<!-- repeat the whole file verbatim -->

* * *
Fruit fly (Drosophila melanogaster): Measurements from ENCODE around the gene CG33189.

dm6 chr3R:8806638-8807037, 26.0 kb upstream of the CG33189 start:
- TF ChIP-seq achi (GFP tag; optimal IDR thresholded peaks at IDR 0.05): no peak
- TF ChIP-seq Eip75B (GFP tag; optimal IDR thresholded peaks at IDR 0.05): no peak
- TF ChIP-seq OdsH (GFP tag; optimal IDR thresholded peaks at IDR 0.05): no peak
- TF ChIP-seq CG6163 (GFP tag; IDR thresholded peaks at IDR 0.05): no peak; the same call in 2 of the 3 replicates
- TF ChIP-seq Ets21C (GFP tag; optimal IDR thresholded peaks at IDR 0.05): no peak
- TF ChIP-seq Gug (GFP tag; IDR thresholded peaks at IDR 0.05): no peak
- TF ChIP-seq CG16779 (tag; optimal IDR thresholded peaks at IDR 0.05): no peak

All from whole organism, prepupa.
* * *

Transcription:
Fruit fly (Drosophila melanogaster): Measurements from ENCODE around the gene CG33189.

dm6 chr3R:8806638-8807037, 26.0 kb upstream of the CG33189 start:
- TF ChIP-seq achi (GFP tag; optimal IDR thresholded peaks at IDR 0.05): no peak
- TF ChIP-seq Eip75B (GFP tag; optimal IDR thresholded peaks at IDR 0.05): no peak
- TF ChIP-seq OdsH (GFP tag; optimal IDR thresholded peaks at IDR 0.05): no peak
- TF ChIP-seq CG6163 (GFP tag; IDR thresholded peaks at IDR 0.05): no peak; the same call in 2 of the 3 replicates
- TF ChIP-seq Ets21C (GFP tag; optimal IDR thresholded peaks at IDR 0.05): no peak
- TF ChIP-seq Gug (GFP tag; IDR thresholded peaks at IDR 0.05): no peak
- TF ChIP-seq CG16779 (tag; optimal IDR thresholded peaks at IDR 0.05): no peak

All from whole organism, prepupa.